From 28th November to 10th December 2011, six members of the Commonwealth Youth Climate Network (CYCN) attended the two weeks of the 17th Conference Of Parties at the United Nations Framework Convention on Climate Change (COP17) as well as the 7th Conference Of Youth (COY7) from 25th to 27th November which all took place in the city of Durban, South Africa. The main goal was to increase the awareness on the network and the activities undertaken by its members at the conference. The objectives were to promote the network as a viable umbrella of youth organizations working on climate change and sustainable development; increase its membership by incorporating transformational leaders from across the Commonwealth; create a strategic partnerships aiming to further develop the scope of the work undertaken by the network, and finally improve the participation of youth from the Commonwealth at the UN negotiation process on climate change.

The network team in Durban was composed with the following youth, representing different Commonwealth countries:

Ms. Esther Agbarakwe (Nigeria)
Mr. Garvin B. Perry (Trinidad and Tobago)
Ms. Sarika Katoch (India)
Mr. Chola Simwanza (Zambia)
Mr. Jean Paul Brice Affana (Cameroon)
Mr. Rishab Khanna (India)

From its preparation to its participation, the team received full support from Mrs. Helen Jones and Mr. Vic Craggs from the Commonwealth Youth Exchange Council (CYEC) and from Mr. Layne Robinson from the Commonwealth Youth Programme (CYP). Their assistance consisted on the preparation of the team plans’ for Durban and a financial support covering airfare and local costs for three of the six members as well as other logistic arrangements in Durban. A communication channel has been established using emails and phone calls to maintain the contact between both teams. They also supported the youth delegates in Durban for all printing of promotional materials such as flyers, posters and reports of activities that were used and distributed in Durban.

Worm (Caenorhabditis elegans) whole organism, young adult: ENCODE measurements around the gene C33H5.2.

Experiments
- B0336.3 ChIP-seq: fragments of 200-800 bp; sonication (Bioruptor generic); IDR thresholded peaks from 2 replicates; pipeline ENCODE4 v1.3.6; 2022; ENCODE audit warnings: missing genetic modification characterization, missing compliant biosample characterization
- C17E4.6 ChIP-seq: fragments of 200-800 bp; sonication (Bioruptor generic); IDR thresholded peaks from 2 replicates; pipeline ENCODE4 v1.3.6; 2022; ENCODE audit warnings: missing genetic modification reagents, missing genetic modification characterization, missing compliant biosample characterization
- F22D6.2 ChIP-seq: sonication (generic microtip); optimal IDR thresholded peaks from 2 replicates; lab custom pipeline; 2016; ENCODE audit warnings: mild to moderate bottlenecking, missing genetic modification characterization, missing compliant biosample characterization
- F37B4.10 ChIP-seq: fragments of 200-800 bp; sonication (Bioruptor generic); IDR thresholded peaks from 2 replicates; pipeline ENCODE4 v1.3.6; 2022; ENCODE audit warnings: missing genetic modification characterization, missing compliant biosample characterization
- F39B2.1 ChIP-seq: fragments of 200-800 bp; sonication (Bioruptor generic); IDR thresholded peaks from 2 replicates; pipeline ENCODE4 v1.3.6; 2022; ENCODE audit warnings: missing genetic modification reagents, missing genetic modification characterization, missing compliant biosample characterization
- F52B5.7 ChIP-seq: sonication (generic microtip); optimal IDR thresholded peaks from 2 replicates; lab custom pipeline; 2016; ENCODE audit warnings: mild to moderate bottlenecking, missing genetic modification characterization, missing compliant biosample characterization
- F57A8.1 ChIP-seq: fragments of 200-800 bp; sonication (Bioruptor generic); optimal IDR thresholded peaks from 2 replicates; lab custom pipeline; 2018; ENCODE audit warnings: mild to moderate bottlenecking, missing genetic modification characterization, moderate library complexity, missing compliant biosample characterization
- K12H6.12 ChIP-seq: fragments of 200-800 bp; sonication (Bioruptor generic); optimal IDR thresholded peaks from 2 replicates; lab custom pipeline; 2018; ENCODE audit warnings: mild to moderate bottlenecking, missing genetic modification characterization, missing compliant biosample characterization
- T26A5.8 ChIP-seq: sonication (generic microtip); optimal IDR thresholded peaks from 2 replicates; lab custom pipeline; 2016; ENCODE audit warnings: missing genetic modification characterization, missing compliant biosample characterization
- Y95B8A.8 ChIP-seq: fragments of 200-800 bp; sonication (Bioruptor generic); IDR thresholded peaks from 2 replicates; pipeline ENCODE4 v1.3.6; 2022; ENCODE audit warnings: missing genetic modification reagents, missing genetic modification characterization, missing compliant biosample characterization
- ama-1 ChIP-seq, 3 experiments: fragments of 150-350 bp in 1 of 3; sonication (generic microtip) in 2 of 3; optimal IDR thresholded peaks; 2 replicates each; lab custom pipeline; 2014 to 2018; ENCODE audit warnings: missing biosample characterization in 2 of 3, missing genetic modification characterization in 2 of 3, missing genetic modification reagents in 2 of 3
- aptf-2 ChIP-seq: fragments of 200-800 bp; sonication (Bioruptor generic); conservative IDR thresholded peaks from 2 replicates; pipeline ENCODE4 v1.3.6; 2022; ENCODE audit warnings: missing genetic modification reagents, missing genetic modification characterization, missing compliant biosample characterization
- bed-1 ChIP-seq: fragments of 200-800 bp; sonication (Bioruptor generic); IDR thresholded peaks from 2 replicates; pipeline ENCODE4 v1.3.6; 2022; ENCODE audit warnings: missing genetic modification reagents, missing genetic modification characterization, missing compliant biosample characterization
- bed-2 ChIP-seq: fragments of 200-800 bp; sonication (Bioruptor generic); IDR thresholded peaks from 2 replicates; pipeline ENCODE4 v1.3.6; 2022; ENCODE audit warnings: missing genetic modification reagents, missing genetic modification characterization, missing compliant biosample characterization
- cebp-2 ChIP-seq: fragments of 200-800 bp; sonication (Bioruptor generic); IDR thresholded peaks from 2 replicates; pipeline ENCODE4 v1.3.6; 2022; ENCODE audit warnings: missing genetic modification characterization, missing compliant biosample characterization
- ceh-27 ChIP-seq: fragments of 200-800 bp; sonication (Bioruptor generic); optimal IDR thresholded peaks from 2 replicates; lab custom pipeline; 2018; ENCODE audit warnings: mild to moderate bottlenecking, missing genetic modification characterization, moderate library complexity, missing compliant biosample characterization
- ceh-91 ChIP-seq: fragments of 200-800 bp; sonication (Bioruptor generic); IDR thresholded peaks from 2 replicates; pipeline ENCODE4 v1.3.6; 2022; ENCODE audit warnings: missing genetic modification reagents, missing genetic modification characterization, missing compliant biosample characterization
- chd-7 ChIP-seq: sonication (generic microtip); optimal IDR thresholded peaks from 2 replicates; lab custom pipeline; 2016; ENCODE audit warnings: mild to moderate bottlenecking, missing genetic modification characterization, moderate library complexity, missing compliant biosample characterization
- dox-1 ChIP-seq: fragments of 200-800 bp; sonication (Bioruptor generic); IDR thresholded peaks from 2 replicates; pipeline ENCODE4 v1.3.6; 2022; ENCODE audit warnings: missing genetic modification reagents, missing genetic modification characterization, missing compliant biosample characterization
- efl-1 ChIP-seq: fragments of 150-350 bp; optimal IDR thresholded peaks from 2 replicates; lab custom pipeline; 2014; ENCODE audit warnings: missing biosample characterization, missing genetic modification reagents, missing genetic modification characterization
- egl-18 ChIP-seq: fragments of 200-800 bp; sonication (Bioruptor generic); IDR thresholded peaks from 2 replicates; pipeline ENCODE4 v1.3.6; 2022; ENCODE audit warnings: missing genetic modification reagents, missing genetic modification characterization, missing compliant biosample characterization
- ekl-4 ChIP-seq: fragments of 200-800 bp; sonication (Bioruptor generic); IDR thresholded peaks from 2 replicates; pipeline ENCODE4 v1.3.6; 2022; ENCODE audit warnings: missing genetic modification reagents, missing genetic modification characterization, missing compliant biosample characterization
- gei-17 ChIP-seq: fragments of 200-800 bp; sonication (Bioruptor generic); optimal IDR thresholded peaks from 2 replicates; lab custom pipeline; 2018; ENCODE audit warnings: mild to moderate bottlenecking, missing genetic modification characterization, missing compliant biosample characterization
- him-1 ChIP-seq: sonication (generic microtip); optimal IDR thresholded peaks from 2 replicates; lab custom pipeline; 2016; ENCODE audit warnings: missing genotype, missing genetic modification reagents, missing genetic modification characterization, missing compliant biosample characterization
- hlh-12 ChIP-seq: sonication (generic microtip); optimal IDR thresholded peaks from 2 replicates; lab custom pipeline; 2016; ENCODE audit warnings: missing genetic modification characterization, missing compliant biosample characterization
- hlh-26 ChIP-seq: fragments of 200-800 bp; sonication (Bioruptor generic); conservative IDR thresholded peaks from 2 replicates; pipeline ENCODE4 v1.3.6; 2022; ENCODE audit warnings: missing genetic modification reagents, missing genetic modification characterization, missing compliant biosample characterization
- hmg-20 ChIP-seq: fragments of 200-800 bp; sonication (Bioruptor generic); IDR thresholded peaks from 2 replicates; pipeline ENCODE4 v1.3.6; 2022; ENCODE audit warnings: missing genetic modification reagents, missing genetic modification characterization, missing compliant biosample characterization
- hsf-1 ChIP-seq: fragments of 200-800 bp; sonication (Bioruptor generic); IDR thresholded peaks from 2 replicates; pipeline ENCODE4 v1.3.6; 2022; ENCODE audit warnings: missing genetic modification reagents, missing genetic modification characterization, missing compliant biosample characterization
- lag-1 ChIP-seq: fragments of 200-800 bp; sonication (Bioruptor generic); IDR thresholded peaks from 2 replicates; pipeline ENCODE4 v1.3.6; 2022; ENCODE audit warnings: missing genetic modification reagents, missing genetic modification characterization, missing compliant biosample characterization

Given his role as Focal Point of the Youth Constituency at the UNFCCC in 2011, Mr. Jean Paul Brice Affana, has facilitated accreditation to the COP17 for three members of the network with Abibimman Foundation and the World Association of Girl Guides and Girl Scouts (WAGGS). He also arranged a free visa to South Africa for the same people upon arrival at the borders and ensured that the network members register for the COY7; get a booth for exhibition of their work inside the COP17 venue as well as get a space for a side event and slots at the “Climate Change Studio”. He also facilitated the CISCO TelePresence session which took place.

The first involvement of the CYCN was at the COY7 held at the University of KwaZulu-Natal-Durban (www.youthclimate.org/coy7). There, the representatives of the network who arrived firstly separately did an exhibition of some of their local/national activities during the three days of the conference. There was an exhibition area where youth were invited to promote their activities, organizations, networks and publications. The CYCN used this space and also join other activities including plenary, thematic workshops, open discussions and social activities. All these spaces enabled them to learn more about the Youth Constituency at the UNFCCC as well as why and how global youth effective participation in the UNFCCC negotiations processes is important. Many workshops took place for capacity-building with a number of plenary for group and general sessions.